The Compliance, Safety & Accountability (CSA) program operated by the Federal Motor Carrier Safety Administration (FMCSA) gives drivers a BASIC rank in 7 categories.
BASIC, which stands for Behavioral Analysis Safety Improvement Categories, assigns points based on the following categories:
- Controlled Substances & Alcohol
- Crash Indicator
- Driver Fitness
- Hazardous Materials Compliance
- Hours of Service Compliance
- Unsafe Driving
- Vehicle Maintenance
The current methodology, which the FMCSA last updated in July 2017, ranks drivers against one another in the various categories. It assigns a percentile between 0 and 100 with poor performance issues receiving higher scores. It also assigns weight to each safety event based on severity and how long ago it occurred. While it can be distressing to see your BASIC rank or percentile increase, it’s important to understand what happens next and take immediate action to correct the violations.
Receiving a warning letter is the first step.
When the FMCSA receives notification from its inspectors that a carrier’s BASIC score has increased, the agency sends a letter informing the driver. The letter will state the specific actions the carrier must take to bring his or her BASIC rank back under a preferred threshold.
Increased Roadside Enforcement, Offsite, and Onsite Inspections.
Once a motor carrier has a BASIC score above the threshold, the Inspection Selection System (ISS) that roadside inspectors use will flag that driver for inspection. The ISS will also inform inspectors which of the seven BASICs the driver scored high in and the specific circumstances that caused him or her to receive a violation.
During a focused offsite investigation, the inspector will confirm performance in areas of struggle with BASIC categories and check the driver’s compliance with requirements to improve. The program requires the motor carrier to submit any records the inspector requests and to respond to any follow-up requests he or she makes. The onsite investigation is much more focused than the general offsite investigation. It involves only the BASIC rank of the category in which the driver received a high score.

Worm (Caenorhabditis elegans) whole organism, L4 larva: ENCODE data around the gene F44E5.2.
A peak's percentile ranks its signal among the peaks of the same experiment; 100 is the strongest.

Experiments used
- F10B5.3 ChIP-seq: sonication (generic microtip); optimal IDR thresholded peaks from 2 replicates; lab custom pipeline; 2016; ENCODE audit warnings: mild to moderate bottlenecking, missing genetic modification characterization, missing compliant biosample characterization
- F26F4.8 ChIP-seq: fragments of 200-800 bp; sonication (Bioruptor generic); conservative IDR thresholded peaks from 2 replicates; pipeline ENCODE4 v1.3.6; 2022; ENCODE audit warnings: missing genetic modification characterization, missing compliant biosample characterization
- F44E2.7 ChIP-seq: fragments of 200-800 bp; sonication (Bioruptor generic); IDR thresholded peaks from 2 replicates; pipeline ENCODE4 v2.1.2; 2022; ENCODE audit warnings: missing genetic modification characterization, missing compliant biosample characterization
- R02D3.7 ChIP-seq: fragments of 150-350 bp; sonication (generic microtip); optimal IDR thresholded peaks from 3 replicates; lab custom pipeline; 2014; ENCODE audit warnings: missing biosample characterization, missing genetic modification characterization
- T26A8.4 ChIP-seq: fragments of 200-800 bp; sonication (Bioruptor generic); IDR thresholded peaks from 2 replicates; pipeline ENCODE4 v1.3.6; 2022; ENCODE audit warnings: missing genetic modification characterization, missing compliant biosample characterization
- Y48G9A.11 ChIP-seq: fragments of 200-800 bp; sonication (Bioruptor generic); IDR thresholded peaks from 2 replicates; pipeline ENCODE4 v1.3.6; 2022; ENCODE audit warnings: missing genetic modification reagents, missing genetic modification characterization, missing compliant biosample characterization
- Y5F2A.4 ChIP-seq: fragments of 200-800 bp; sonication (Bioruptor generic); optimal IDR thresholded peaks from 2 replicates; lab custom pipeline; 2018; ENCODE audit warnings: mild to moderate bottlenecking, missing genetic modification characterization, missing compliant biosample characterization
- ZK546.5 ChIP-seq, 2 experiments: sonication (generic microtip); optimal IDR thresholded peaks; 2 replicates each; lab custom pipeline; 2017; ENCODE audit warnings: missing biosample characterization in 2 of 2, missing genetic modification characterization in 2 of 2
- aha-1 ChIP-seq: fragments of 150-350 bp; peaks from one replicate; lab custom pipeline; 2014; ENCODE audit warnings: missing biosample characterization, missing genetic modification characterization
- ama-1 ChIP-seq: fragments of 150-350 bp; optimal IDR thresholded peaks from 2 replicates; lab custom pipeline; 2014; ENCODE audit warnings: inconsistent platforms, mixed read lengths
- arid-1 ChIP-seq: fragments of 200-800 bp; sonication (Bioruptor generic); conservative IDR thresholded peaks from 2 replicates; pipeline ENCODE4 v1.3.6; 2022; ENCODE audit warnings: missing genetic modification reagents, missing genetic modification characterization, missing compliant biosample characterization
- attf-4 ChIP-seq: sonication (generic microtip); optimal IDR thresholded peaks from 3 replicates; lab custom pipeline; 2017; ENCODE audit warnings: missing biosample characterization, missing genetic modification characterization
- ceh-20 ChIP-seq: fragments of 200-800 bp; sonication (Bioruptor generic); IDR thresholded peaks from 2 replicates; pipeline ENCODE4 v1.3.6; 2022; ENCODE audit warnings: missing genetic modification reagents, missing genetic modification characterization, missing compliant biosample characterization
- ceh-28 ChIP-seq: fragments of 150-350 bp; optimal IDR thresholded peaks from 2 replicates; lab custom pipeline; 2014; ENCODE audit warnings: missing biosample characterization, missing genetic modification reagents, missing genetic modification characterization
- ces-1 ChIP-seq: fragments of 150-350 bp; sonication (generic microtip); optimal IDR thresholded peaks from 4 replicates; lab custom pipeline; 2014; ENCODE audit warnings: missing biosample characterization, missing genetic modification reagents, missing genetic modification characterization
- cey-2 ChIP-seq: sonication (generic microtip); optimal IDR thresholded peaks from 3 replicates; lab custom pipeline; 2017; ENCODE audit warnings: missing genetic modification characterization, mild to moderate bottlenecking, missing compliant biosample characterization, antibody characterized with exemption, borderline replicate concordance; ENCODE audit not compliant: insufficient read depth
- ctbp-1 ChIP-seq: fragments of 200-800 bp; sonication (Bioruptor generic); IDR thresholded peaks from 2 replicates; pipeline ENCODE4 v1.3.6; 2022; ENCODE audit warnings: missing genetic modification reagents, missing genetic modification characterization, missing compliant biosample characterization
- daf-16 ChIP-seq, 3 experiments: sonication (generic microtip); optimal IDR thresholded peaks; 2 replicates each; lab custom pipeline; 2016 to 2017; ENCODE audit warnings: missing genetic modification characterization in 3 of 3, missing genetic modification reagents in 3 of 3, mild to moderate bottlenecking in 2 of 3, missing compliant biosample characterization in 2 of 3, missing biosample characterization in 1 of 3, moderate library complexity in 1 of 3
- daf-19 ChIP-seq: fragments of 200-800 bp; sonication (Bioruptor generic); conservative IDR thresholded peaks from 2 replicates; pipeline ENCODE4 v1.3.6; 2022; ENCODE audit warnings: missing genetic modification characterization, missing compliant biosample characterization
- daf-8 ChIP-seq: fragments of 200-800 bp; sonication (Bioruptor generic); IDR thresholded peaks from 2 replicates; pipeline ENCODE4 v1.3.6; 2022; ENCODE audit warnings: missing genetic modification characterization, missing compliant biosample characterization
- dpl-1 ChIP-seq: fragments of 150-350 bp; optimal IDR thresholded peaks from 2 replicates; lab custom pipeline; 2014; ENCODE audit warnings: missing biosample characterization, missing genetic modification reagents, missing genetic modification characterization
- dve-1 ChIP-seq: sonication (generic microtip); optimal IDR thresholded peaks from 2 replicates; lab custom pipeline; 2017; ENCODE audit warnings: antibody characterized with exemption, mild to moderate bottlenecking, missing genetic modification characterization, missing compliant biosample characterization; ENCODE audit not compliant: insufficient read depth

After a completed investigation, the next step in the intervention process is to create a cooperative safety plan if necessary. The carrier would be required to develop an independent safety plan and submit it to the FMCSA for approval. If the FMCSA finds the driver deficient in meeting compliance requirements, its next action would be to formally inform him or her of a specific violation.
Should all previous attempts at intervention with a motor carrier fail, the driver has a very high BASIC score, an earlier investigation determined more serious deficiencies, or the FMCSA has received an outside complaint about the driver, the process will move to a comprehensive on-site investigation. The FMCSA will issue a notice of penalty, claim, or settlement. It can also order the driver out of service.
Need to do a truck insurance review?
You already know how important a satisfactory BASIC score is to your career, but did you know it can influence your insurance rates as well? It’s always a good idea to make sure you’re getting the lowest possible rate and the best possible coverage by doing an insurance check-up. We invite you to complete a quote request form for the types of insurance you need, compare offers, and possibly sign on with a new insurer with better rates.